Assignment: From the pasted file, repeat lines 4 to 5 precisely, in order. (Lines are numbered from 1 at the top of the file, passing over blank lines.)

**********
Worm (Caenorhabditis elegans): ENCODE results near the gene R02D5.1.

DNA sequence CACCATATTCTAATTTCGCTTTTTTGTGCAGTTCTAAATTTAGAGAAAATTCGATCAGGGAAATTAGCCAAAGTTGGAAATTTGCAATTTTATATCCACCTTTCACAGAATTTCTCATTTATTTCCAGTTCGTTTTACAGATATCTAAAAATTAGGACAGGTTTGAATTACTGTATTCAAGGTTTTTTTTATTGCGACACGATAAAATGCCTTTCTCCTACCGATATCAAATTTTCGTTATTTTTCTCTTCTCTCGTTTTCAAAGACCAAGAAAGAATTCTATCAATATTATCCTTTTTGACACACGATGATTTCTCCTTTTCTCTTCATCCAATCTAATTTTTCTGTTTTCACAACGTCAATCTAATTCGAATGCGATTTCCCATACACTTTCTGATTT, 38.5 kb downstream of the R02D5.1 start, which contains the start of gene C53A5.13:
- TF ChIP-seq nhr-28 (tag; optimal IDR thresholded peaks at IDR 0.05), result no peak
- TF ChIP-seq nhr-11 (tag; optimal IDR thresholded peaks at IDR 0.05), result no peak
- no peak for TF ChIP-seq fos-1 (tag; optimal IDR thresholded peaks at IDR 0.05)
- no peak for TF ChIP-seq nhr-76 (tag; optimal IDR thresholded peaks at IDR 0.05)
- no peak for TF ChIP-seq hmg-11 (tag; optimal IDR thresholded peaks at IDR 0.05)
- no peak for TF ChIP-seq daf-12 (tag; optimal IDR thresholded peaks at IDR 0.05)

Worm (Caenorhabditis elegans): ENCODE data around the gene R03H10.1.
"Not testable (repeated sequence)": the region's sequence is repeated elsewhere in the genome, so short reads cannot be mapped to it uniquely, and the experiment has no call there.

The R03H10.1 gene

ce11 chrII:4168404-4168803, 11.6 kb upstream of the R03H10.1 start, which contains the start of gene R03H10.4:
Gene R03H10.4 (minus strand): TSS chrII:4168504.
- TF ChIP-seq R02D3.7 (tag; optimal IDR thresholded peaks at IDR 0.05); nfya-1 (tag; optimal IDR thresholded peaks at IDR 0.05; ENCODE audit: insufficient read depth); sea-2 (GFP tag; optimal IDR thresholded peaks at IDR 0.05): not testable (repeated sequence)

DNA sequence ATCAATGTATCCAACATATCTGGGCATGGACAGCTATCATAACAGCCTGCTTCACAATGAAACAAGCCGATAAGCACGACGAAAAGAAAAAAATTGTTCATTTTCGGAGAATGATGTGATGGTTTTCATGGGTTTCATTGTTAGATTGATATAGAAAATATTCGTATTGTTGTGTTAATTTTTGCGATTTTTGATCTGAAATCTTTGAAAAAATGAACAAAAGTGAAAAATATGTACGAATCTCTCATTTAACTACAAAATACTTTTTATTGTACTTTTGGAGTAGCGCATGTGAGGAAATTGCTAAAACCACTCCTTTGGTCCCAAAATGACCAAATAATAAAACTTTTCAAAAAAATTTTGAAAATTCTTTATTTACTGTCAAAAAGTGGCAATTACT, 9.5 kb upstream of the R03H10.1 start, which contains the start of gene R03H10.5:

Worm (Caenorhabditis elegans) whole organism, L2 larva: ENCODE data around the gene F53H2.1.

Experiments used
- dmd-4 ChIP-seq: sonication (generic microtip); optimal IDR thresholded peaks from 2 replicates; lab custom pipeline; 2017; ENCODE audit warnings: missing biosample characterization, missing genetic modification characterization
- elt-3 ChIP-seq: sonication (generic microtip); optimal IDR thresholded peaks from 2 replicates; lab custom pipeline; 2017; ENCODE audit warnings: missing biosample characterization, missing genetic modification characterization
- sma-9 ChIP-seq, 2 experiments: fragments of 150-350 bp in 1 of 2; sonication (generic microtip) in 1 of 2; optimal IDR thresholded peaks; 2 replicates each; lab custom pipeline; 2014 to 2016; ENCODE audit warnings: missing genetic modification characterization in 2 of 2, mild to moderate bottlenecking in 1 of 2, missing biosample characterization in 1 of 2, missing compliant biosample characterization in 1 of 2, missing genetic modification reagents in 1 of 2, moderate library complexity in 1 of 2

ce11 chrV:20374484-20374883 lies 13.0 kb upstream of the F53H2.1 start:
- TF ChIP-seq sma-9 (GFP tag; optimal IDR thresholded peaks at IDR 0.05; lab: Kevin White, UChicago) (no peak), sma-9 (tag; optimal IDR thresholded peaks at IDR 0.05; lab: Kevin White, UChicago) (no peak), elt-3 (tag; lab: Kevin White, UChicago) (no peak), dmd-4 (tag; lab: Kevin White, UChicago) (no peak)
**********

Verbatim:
- TF ChIP-seq nhr-11 (tag; optimal IDR thresholded peaks at IDR 0.05), result no peak
- no peak for TF ChIP-seq fos-1 (tag; optimal IDR thresholded peaks at IDR 0.05)